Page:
How “Macintosh” Became Mac: A Brief History of Apple’s Computers…
How did Apple come up with the name Macintosh and – more importantly – does it have any special meaning? Let’s investigate the history of Apple’s Macintosh line of computers and find out…
Names – especially brand names – are funny things. They get inside your head, become part of the zeitgeist and, most people, have no idea of where they came from or who invented them. We’ve already covered what the “I” in iPhone means. But where did the word Macintosh come from for Apple’s desktop and laptop computers?
As always, we need to go back in time a bit – specifically the early 1980s. This was when a very young Steve Jobs unleashed the very first Apple Macintosh onto the world. The Macintosh – a simplified Lisa computer – launched in 1984 and its name, Macintosh, was created by Jef Raskin who took the name from a type of Apple.
Who Invented The Brand Name, Macintosh?
The apple in question, technically called McIntosh, is the national apple of Canada. It has red or green skin, a tart flavor, and is best eaten in and around September. Raskin figured the name was a good fit, and Steve Jobs agreed. It tied up nicely with the company’s branding. And Mac is also a fairly common computing term also – it’s an acronym for Media Access Control.
Apple wasn’t the only company that liked the name, though. Much to the annoyance of Steve Jobs, another company already owned the trademark McIntosh, a company called McIntosh Laboratory. And they didn’t like the idea of Apple using its brand name for its new computer. Apple could not get around the trademark, so Jobs changed the name Macintosh and the rest, as they say, is history.
A Different Kind of Apple (Computer)…
The reason Apple decided to go with Macintosh in the first place was that the first-ever Macintosh computer was so different from everything else on the market, as well as everything Apple had released to date. It was a “different kind of Apple” and it deserved a different type of branding. Hence the creation of the brand name, Macintosh.
The first Macintosh computer was the first commercially available home computer to feature a graphical user interface, a 3.5in floppy disk, and run on a UX-centric operating system. The Macintosh was designed to be easy to use, to inspire creativity, and to make using computers something everything could do – not just computer club geeks and engineers.
The Switch From Macintosh To Mac
Steve Jobs was famously fired by the Apple board in the early-1990s. He then went off, made Pixar a massive success, sold it to Disney, and started another computer company called NEXT. During his time at NEXT, Apple began to struggle. The company was making losses and Apple went from being an innovator to the joke of the industry.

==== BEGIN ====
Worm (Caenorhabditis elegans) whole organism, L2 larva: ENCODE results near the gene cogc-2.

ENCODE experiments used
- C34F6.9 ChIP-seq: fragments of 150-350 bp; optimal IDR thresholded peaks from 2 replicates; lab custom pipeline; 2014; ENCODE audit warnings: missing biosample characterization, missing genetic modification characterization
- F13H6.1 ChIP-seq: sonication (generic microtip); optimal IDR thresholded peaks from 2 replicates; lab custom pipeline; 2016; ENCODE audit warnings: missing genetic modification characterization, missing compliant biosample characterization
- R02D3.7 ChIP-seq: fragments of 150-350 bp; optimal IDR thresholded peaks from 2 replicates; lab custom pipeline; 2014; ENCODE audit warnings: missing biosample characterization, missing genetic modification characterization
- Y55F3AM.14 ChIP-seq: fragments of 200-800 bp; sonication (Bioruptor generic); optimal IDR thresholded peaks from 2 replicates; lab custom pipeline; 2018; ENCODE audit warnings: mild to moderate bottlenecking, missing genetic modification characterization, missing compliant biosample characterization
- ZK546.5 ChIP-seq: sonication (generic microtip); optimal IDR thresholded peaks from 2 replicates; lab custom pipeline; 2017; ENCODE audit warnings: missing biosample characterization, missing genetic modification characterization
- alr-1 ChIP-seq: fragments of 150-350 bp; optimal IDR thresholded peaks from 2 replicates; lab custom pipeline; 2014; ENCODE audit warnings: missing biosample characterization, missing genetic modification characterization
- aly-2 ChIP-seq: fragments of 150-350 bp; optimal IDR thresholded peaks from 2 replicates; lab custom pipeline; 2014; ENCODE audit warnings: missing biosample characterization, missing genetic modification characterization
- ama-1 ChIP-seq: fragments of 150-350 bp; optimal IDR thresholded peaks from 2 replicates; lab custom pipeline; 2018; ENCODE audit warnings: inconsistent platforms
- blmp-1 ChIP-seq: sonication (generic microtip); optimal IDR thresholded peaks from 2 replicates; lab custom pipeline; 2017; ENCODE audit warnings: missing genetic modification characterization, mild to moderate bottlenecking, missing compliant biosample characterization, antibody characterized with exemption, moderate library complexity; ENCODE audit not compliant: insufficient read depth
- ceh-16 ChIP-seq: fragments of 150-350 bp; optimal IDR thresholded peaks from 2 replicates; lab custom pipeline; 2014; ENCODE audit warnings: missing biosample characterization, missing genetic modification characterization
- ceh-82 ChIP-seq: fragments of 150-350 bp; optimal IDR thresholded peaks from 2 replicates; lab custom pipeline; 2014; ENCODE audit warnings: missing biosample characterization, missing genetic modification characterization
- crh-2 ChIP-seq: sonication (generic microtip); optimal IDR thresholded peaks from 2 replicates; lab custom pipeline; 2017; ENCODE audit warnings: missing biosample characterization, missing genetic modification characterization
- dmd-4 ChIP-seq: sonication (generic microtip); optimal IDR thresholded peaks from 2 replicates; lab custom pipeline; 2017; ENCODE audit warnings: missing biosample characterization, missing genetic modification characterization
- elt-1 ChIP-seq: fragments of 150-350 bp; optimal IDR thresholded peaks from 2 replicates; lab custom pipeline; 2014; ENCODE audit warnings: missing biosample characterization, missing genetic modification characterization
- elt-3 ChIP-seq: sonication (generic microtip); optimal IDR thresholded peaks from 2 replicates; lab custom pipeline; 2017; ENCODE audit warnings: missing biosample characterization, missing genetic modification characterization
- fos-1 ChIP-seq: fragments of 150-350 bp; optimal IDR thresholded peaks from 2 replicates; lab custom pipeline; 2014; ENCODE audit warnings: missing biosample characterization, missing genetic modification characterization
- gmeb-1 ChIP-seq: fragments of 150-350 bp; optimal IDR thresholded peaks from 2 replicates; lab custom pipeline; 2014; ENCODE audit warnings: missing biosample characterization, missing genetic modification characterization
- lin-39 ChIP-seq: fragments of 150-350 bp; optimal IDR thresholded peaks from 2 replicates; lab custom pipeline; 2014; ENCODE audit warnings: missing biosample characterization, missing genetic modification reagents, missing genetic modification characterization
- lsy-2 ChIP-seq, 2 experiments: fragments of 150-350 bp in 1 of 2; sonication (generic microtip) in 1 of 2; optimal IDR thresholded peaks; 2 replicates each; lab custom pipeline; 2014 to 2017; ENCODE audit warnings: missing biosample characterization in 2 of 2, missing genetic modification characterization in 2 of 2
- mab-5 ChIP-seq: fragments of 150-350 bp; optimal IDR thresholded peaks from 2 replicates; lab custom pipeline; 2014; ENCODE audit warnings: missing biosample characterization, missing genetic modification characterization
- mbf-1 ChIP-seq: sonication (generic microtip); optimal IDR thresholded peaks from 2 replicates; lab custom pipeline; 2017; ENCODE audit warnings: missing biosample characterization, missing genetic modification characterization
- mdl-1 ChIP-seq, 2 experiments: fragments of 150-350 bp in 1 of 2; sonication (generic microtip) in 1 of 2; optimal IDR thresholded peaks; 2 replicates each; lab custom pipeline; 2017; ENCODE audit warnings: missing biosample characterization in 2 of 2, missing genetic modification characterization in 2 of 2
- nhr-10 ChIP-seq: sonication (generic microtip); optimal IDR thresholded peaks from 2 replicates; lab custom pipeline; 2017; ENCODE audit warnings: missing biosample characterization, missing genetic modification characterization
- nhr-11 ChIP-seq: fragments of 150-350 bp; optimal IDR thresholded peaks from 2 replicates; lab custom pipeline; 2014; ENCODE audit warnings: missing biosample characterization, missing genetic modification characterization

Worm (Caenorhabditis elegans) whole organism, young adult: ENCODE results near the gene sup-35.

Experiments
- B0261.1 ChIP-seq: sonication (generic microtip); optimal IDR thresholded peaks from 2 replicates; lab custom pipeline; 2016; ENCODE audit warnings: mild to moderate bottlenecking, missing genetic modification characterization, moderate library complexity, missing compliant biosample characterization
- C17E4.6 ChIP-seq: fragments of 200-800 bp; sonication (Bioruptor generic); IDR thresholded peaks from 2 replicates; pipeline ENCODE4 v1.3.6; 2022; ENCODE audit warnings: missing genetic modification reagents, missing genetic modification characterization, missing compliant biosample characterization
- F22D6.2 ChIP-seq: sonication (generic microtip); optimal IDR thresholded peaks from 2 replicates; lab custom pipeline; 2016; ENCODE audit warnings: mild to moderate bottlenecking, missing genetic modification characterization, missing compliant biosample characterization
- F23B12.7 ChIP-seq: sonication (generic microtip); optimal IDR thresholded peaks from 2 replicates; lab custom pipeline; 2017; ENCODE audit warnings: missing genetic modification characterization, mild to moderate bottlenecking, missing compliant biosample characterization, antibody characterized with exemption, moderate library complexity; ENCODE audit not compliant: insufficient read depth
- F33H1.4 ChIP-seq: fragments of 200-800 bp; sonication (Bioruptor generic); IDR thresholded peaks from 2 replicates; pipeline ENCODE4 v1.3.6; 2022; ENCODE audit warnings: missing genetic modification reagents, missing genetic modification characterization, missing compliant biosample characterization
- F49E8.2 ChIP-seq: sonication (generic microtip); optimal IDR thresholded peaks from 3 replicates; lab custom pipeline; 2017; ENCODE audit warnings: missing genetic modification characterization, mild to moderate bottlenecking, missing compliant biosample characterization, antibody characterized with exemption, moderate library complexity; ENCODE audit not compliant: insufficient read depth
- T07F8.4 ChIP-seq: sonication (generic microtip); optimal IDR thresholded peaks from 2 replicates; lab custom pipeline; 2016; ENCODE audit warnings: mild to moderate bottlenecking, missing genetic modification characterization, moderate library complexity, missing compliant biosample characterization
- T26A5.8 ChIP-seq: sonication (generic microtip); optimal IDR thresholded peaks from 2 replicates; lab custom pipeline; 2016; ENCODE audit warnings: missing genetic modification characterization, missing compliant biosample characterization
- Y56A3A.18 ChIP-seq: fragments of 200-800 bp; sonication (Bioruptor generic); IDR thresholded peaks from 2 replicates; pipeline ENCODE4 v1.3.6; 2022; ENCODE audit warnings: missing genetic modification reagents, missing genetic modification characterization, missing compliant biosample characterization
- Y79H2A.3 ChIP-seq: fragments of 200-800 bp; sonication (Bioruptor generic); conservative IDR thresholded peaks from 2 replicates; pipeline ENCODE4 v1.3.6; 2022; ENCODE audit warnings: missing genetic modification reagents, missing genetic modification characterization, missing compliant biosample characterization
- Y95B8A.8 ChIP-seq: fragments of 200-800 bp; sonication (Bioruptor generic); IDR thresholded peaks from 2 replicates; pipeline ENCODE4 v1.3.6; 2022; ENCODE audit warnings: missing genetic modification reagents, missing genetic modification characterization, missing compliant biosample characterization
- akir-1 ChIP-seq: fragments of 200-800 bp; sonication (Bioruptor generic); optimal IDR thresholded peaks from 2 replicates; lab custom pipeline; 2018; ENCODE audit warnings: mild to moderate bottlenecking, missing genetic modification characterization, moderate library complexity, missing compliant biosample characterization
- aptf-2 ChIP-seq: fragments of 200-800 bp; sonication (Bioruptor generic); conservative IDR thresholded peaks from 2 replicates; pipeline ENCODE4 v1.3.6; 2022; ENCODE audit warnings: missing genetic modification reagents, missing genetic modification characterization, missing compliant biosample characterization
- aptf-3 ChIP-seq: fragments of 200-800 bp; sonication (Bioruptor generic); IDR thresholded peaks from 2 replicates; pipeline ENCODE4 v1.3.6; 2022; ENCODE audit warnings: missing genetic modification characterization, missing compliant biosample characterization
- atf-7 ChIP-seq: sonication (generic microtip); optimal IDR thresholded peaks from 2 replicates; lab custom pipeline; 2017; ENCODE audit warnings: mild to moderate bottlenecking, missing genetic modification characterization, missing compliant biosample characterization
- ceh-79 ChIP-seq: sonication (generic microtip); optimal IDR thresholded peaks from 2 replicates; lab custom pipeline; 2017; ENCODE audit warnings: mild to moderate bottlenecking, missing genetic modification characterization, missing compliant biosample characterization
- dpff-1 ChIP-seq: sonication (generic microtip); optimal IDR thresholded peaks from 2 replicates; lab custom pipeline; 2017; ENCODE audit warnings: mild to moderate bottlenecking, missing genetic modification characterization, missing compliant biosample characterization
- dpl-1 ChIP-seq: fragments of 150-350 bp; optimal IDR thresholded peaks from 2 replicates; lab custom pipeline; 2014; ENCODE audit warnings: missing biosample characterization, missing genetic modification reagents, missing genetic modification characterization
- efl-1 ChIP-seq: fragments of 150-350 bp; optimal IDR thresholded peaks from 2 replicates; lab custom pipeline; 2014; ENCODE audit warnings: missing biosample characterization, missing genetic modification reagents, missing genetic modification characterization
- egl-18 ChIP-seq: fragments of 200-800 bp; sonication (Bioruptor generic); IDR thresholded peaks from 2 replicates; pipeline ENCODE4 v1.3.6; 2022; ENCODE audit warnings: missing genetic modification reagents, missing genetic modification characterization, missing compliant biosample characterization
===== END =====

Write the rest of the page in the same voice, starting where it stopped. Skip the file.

Jobs returned to the helm of the company in the early-2000s, bringing many of his NEXT employees with him. He completely gutted the company’s product range, killing off failing lines, and refocussed its attention on making a select few, quality computers. It was during this era that the Mac was born, starting with the iMac.
During this period, Apple ditched the Macintosh brand entirely and moved its naming over to Mac. You have MacBooks, iMacs, and Mac mini and Mac Pro. The days of bloat were over. Apple, under the guidance of Jobs, streamlined its output, focused on the big picture, and got back to innovating.
The Launch of The iPod & iTunes – Apple’s First Major Cash Cow
Oddly, it wasn’t computers that REALLY put Apple on the map, although the success of the OG iMac definitely helped. Instead, it was the creation and release of the iPod and Apple’s iTunes software that turned Apple from a billion-dollar tech company into a multi-billion dollar tech company. The iPod also paved the way for the iPhone which, to date, is Apple’s best-selling product of all time.
What’s important to understand here is that, back in the early 2000s, Apple was considered a joke by most of its competitors and the tech press at large. As a company, it was failing. Apple had lots of products, including printers, and it was not selling them in meaningful numbers. The quality was off and the public wasn’t interested.
When Jobs returned, Apple was a sinking ship. If it weren’t for Jobs, his ideas, and his vision, Apple probably would have gone out of business or ended up being just another tech company. It wouldn’t have created the iPod, the iPad, or even the iPhone. All of these things happened because Jobs was exiled from the company and then ushered back in to save it.
And what’s truly amazing about Jobs’ story is that he actually made more money OUTSIDE Apple than he did while he was a part of the company. Jobs sold Pixar to Disney, remember. And then he sold NEXT, his concert computer company, to Apple for a huge sum of money under the proviso that he would take control of Apple as CEO.
And once he took control, Jobs oversaw the acquisitions of multiple companies to acquire a war chest of technology and IP which he put to use inside the company’s growing list of hit products.
As comeback stories go, the return of Jobs and the rise of Apple is just about as good as they get.
And we answer the question Does Apple Make Your Phone Slower? here!